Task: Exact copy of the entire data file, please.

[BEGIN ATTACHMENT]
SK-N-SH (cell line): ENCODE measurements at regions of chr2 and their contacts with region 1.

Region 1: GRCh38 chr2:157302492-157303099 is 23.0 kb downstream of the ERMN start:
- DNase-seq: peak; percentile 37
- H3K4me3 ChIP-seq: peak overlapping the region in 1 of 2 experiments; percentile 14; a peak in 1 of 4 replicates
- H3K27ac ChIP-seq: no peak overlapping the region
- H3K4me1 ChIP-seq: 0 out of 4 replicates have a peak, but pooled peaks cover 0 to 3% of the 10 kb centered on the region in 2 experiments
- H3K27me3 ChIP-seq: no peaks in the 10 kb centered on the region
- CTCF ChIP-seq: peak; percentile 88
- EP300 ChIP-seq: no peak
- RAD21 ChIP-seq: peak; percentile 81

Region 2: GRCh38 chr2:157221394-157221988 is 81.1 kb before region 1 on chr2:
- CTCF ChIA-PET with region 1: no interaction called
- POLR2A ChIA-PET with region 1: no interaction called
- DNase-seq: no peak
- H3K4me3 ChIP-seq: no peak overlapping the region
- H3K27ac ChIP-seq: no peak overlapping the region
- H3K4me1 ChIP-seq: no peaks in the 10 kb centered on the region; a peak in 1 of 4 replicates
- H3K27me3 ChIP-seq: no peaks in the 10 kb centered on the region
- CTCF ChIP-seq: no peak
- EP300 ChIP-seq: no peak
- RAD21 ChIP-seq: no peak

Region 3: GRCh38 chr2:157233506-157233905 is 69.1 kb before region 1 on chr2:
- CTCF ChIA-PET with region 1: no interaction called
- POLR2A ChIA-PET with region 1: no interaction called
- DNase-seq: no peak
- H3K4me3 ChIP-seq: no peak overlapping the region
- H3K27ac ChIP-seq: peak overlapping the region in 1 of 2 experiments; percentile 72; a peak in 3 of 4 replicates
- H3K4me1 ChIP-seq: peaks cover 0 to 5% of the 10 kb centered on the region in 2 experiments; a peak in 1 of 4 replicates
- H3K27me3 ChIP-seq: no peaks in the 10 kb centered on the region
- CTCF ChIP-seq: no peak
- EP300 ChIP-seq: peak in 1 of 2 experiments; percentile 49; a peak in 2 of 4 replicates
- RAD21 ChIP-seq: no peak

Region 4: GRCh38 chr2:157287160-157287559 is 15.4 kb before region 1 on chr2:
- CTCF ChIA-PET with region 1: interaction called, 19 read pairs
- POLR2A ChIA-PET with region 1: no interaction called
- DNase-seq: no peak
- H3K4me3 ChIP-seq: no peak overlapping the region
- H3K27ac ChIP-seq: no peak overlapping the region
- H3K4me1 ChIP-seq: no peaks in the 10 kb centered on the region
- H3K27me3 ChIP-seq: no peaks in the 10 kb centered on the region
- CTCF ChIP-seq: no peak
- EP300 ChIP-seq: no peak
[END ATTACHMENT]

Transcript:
SK-N-SH (cell line): ENCODE measurements at regions of chr2 and their contacts with region 1.

Region 1: GRCh38 chr2:157302492-157303099 is 23.0 kb downstream of the ERMN start:
- DNase-seq: peak; percentile 37
- H3K4me3 ChIP-seq: peak overlapping the region in 1 of 2 experiments; percentile 14; a peak in 1 of 4 replicates
- H3K27ac ChIP-seq: no peak overlapping the region
- H3K4me1 ChIP-seq: 0 out of 4 replicates have a peak, but pooled peaks cover 0 to 3% of the 10 kb centered on the region in 2 experiments
- H3K27me3 ChIP-seq: no peaks in the 10 kb centered on the region
- CTCF ChIP-seq: peak; percentile 88
- EP300 ChIP-seq: no peak
- RAD21 ChIP-seq: peak; percentile 81

Region 2: GRCh38 chr2:157221394-157221988 is 81.1 kb before region 1 on chr2:
- CTCF ChIA-PET with region 1: no interaction called
- POLR2A ChIA-PET with region 1: no interaction called
- DNase-seq: no peak
- H3K4me3 ChIP-seq: no peak overlapping the region
- H3K27ac ChIP-seq: no peak overlapping the region
- H3K4me1 ChIP-seq: no peaks in the 10 kb centered on the region; a peak in 1 of 4 replicates
- H3K27me3 ChIP-seq: no peaks in the 10 kb centered on the region
- CTCF ChIP-seq: no peak
- EP300 ChIP-seq: no peak
- RAD21 ChIP-seq: no peak

Region 3: GRCh38 chr2:157233506-157233905 is 69.1 kb before region 1 on chr2:
- CTCF ChIA-PET with region 1: no interaction called
- POLR2A ChIA-PET with region 1: no interaction called
- DNase-seq: no peak
- H3K4me3 ChIP-seq: no peak overlapping the region
- H3K27ac ChIP-seq: peak overlapping the region in 1 of 2 experiments; percentile 72; a peak in 3 of 4 replicates
- H3K4me1 ChIP-seq: peaks cover 0 to 5% of the 10 kb centered on the region in 2 experiments; a peak in 1 of 4 replicates
- H3K27me3 ChIP-seq: no peaks in the 10 kb centered on the region
- CTCF ChIP-seq: no peak
- EP300 ChIP-seq: peak in 1 of 2 experiments; percentile 49; a peak in 2 of 4 replicates
- RAD21 ChIP-seq: no peak

Region 4: GRCh38 chr2:157287160-157287559 is 15.4 kb before region 1 on chr2:
- CTCF ChIA-PET with region 1: interaction called, 19 read pairs
- POLR2A ChIA-PET with region 1: no interaction called
- DNase-seq: no peak
- H3K4me3 ChIP-seq: no peak overlapping the region
- H3K27ac ChIP-seq: no peak overlapping the region
- H3K4me1 ChIP-seq: no peaks in the 10 kb centered on the region
- H3K27me3 ChIP-seq: no peaks in the 10 kb centered on the region
- CTCF ChIP-seq: no peak
- EP300 ChIP-seq: no peak